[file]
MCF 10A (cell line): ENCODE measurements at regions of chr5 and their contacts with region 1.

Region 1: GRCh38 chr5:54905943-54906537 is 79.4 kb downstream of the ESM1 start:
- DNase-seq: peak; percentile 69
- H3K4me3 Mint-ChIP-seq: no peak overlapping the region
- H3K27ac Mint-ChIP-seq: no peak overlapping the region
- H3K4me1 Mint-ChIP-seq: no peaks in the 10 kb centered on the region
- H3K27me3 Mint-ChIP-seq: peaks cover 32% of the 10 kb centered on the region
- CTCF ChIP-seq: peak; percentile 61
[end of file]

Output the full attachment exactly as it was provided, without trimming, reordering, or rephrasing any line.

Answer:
MCF 10A (cell line): ENCODE measurements at regions of chr5 and their contacts with region 1.

Region 1: GRCh38 chr5:54905943-54906537 is 79.4 kb downstream of the ESM1 start:
- DNase-seq: peak; percentile 69
- H3K4me3 Mint-ChIP-seq: no peak overlapping the region
- H3K27ac Mint-ChIP-seq: no peak overlapping the region
- H3K4me1 Mint-ChIP-seq: no peaks in the 10 kb centered on the region
- H3K27me3 Mint-ChIP-seq: peaks cover 32% of the 10 kb centered on the region
- CTCF ChIP-seq: peak; percentile 61